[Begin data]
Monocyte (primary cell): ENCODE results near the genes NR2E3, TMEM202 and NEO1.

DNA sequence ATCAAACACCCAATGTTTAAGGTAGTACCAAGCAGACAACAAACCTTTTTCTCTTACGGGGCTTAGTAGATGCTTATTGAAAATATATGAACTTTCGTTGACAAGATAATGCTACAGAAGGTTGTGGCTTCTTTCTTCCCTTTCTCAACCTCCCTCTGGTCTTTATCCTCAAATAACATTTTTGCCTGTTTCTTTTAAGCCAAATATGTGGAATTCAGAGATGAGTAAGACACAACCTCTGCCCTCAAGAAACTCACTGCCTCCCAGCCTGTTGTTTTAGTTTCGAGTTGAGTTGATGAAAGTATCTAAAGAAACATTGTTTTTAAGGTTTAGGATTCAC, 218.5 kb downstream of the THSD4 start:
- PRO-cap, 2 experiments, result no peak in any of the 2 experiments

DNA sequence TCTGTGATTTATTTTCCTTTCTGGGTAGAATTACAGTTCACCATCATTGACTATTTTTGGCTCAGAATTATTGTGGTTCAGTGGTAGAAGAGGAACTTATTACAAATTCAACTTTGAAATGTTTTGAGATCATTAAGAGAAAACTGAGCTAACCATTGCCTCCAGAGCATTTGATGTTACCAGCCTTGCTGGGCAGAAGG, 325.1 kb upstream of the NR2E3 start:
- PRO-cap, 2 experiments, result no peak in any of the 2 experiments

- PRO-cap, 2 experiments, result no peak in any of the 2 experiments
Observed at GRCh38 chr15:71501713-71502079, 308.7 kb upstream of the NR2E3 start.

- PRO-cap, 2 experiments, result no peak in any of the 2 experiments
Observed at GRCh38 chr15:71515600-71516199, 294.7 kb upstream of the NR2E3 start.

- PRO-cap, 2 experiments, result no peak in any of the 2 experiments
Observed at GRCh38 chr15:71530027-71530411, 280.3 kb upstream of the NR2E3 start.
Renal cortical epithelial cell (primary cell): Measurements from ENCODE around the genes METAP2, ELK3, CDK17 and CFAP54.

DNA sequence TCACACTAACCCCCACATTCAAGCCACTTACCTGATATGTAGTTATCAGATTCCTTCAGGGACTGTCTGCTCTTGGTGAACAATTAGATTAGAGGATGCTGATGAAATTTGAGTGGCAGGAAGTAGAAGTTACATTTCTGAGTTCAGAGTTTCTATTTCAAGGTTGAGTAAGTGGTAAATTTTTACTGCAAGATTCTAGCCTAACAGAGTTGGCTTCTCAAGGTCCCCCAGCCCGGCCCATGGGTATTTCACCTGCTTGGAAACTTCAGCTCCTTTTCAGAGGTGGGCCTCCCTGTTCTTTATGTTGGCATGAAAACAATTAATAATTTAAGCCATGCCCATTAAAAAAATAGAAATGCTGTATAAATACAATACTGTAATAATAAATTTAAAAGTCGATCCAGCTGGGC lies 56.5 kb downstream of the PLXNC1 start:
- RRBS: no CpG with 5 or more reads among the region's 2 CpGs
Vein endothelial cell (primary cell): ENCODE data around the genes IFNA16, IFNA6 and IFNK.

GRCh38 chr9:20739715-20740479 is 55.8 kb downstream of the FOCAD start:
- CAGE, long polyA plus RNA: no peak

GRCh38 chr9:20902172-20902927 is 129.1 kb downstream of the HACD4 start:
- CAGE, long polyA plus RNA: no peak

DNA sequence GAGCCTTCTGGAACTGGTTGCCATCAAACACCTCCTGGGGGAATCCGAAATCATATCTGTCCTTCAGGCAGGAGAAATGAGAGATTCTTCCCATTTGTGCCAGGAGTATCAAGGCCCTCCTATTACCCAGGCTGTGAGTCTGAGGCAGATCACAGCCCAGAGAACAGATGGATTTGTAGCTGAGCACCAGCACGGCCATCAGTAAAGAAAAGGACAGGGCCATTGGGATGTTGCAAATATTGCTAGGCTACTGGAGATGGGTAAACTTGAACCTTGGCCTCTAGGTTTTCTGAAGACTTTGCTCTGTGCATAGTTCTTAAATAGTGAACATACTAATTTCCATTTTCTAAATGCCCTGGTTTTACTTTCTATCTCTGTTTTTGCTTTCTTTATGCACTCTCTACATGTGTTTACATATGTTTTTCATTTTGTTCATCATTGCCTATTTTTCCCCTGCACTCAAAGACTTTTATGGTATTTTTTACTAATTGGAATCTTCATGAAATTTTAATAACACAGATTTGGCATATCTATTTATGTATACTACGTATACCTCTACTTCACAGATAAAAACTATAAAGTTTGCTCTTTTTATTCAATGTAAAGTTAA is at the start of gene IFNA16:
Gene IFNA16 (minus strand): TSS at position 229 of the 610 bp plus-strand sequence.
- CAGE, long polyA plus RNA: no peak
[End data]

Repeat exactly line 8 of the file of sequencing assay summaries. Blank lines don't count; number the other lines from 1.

- PRO-cap, 2 experiments, result no peak in any of the 2 experiments